To really appreciate the USDA’s most recent gaffe we have to go back to the beginning. We have to return to a time when the country’s streets were barely paved and plenty of children were getting left behind, a time when school lunches were unheard of and it was only by the efforts of independent community members that those who made the trek to the tiny school houses in a few of the nation’s cities were provided with a warm meal at midday.
In those days it was not just the poorest among us, the few, the minority, that would not eat well otherwise; it was the majority. Back then, the well-fed school child was the minority. Recognizing how nutrition played a role in academic success and our nation’s future prosperity parents, teachers, and community leaders banded together to come up with independent programs. In most cases, “provided with a warm meal” is an overly generous description. It was, in every sense of the word, a group effort. Each child was expected to bring something to add to a community pot that would be simmered over the hearth all morning until it was time to eat.
As unappetizing as it may sound to us, so many decades in the future, at the time these simple, local programs worked wonders. Children were fed a variety of warm foods each day, and were able to concentrate on their studies into the afternoon, rather than the rumbling of their stomachs.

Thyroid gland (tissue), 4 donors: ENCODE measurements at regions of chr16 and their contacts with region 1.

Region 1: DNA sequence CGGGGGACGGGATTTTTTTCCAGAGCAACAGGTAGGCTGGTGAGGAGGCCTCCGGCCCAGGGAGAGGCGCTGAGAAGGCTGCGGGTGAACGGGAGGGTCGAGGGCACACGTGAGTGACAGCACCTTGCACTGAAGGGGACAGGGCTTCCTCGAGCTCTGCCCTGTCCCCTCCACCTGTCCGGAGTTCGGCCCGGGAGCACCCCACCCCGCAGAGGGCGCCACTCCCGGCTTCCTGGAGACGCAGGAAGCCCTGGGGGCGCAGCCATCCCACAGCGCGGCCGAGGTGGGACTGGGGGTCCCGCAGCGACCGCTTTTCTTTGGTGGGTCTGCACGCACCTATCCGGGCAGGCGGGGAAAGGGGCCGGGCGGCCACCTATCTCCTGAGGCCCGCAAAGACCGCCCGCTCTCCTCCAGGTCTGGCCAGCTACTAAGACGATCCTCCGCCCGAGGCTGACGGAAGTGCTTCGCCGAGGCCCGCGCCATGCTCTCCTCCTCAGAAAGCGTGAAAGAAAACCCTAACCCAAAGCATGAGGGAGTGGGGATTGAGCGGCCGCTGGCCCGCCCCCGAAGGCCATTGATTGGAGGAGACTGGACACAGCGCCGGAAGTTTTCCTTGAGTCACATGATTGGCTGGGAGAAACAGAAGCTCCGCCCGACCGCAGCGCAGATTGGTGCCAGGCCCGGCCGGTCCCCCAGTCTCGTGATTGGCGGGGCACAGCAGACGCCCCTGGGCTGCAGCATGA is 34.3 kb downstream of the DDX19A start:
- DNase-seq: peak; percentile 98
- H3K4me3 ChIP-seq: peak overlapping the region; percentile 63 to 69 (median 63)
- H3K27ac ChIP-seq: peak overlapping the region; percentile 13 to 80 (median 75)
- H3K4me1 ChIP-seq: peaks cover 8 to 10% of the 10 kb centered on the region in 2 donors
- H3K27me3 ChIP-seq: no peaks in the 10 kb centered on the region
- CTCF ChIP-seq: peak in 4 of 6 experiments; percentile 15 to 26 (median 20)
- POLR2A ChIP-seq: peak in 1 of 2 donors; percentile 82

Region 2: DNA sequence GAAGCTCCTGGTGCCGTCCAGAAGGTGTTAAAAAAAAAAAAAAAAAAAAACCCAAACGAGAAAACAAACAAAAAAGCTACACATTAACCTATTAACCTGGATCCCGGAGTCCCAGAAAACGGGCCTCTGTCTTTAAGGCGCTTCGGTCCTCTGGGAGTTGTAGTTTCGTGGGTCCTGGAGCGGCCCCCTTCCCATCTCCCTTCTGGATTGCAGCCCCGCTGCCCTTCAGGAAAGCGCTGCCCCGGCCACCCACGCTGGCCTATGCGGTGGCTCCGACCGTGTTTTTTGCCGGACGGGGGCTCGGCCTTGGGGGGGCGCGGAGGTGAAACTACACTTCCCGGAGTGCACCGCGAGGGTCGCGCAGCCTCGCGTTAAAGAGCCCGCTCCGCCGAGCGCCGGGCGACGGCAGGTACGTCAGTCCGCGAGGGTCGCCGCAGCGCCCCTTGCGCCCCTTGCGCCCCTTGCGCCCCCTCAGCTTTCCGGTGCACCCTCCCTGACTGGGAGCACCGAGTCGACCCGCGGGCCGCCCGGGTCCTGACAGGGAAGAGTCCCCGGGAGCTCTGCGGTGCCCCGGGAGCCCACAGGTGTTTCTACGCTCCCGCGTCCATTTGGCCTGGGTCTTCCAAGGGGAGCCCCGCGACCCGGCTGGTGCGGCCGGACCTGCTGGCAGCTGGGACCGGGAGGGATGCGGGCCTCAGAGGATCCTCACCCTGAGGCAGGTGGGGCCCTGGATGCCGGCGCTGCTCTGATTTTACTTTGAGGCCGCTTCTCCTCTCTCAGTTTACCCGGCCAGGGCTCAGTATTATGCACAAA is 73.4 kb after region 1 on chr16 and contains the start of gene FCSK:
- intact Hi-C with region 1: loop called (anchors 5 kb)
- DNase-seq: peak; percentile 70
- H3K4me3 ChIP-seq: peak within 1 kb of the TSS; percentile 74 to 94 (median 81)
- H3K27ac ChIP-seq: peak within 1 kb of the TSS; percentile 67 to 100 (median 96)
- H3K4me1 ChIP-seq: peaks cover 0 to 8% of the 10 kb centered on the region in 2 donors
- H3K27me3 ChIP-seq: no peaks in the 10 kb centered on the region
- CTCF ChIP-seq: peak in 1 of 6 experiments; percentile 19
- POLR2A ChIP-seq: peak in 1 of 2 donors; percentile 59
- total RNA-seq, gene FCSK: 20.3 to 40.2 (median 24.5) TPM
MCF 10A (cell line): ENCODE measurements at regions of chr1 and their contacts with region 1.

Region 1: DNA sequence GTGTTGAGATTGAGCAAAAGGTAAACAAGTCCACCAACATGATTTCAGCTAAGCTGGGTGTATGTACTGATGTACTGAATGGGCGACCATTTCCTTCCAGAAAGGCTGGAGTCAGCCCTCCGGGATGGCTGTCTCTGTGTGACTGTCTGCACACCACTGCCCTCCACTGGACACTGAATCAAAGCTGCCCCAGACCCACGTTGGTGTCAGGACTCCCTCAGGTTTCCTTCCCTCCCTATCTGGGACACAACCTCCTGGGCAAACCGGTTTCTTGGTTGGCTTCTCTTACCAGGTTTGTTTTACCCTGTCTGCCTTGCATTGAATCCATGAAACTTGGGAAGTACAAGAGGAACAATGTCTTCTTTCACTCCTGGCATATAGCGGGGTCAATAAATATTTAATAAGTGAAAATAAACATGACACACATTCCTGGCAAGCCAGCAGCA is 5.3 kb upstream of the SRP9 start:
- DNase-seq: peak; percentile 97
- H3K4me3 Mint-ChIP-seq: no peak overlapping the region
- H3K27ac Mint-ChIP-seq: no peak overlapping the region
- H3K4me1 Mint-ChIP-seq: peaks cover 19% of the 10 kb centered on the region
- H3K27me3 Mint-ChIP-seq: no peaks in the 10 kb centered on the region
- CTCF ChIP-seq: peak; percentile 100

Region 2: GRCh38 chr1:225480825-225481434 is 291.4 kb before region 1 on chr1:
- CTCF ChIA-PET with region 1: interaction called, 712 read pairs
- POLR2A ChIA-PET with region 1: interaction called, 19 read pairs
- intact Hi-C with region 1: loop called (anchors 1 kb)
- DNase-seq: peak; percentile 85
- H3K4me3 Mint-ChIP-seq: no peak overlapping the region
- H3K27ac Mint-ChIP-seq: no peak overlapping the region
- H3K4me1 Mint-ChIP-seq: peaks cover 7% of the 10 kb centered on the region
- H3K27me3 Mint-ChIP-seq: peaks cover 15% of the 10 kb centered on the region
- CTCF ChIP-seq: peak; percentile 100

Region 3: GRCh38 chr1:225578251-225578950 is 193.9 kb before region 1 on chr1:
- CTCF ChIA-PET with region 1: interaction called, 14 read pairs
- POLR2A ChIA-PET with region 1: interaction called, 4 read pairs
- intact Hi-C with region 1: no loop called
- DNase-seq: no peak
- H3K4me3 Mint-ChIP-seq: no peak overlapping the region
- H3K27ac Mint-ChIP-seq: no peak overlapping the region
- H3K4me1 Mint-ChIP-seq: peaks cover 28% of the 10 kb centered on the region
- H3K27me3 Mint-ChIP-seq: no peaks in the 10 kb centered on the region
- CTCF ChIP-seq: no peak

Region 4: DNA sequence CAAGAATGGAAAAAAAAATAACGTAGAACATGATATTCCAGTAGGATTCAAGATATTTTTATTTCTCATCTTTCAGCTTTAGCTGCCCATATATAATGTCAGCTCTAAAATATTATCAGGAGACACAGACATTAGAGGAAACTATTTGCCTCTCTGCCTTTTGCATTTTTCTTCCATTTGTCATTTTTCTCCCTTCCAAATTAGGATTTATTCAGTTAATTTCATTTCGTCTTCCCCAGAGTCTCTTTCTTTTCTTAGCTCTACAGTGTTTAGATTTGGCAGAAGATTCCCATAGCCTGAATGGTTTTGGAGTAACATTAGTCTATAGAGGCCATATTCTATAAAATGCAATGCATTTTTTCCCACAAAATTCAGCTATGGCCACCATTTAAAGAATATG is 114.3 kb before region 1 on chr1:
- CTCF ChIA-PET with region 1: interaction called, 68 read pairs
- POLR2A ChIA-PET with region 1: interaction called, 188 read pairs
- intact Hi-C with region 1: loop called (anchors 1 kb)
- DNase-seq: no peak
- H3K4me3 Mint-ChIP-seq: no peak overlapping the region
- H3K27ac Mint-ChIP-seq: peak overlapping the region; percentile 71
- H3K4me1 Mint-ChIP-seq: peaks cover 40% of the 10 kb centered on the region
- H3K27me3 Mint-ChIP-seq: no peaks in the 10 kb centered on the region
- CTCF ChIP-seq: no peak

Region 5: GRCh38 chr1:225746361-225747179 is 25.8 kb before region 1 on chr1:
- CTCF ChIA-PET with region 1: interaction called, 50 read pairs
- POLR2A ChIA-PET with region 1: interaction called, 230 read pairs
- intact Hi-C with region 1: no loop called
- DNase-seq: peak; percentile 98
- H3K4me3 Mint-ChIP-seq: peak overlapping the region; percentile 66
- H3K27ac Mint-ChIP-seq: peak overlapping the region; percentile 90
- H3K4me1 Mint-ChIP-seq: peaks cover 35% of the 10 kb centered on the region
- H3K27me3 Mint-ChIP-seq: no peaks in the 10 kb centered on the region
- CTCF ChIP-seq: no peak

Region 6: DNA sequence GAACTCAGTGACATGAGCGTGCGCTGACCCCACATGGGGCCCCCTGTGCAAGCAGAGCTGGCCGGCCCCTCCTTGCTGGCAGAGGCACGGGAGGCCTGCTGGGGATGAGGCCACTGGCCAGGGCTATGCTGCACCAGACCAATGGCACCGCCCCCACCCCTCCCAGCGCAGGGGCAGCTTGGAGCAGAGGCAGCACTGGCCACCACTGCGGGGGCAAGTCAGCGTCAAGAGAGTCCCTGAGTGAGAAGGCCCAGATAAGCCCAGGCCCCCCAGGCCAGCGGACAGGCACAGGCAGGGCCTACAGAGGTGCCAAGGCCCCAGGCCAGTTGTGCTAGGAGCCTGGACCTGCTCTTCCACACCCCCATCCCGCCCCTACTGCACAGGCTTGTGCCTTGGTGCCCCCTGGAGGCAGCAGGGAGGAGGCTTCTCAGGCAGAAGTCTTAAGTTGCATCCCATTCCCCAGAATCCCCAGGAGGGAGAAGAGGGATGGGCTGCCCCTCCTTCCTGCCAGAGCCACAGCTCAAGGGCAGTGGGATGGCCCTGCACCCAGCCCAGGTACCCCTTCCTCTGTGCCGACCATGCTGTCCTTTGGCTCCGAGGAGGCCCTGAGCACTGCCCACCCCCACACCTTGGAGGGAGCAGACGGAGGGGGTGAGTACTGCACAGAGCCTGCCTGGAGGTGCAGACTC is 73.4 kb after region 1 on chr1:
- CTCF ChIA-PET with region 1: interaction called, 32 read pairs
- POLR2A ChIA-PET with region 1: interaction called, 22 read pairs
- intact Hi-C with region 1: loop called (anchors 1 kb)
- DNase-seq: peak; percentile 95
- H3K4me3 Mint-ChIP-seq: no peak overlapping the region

It wasn’t until many years later that the national government would take over in a vain attempt to do as well on a national scale as those parents and teachers had on a local one. For all intents and purposes we could probably stop here, the failure implied in the very idea that they could do any such thing, but for whatever reason it has taken us all these generations to see what a failure it has been. And now, it would seem, even the National School Lunch Program’s governing body itself is admitting defeat.
A6 Thornton: School meals designed to meet a portion of kids’ needs. Parents may send add’l healthy snax to meet athlete needs.
During a recent Twitter chat aimed at making parents more comfortable with new school lunch rules that, Janey Thornton, director of the program, tweeted the above response to concerns that newly limited meat and dairy portions would not sufficiently fuel active kids. The response, of course, highlights the problems inherent with so many programs the government has taken into their own hands over the years; programs that have always been intended to serve those who are otherwise under-served, those whose parents — in the case of school lunches, for instance — cannot or do not “send additional healthy snacks”, but now leave those most at risk to slip through the cracks.
The school lunch program has always been about feeding those children who would not be fed otherwise. If we can’t do that on a national scale maybe it’s time to return to a local model, one in which those people — those parents and teachers — with a vested interest in our kids’ health and well-being are on the front lines; not Janey Thornton in some Capitol Hill office.
Image via iStockPhoto/Debbi Smirnoff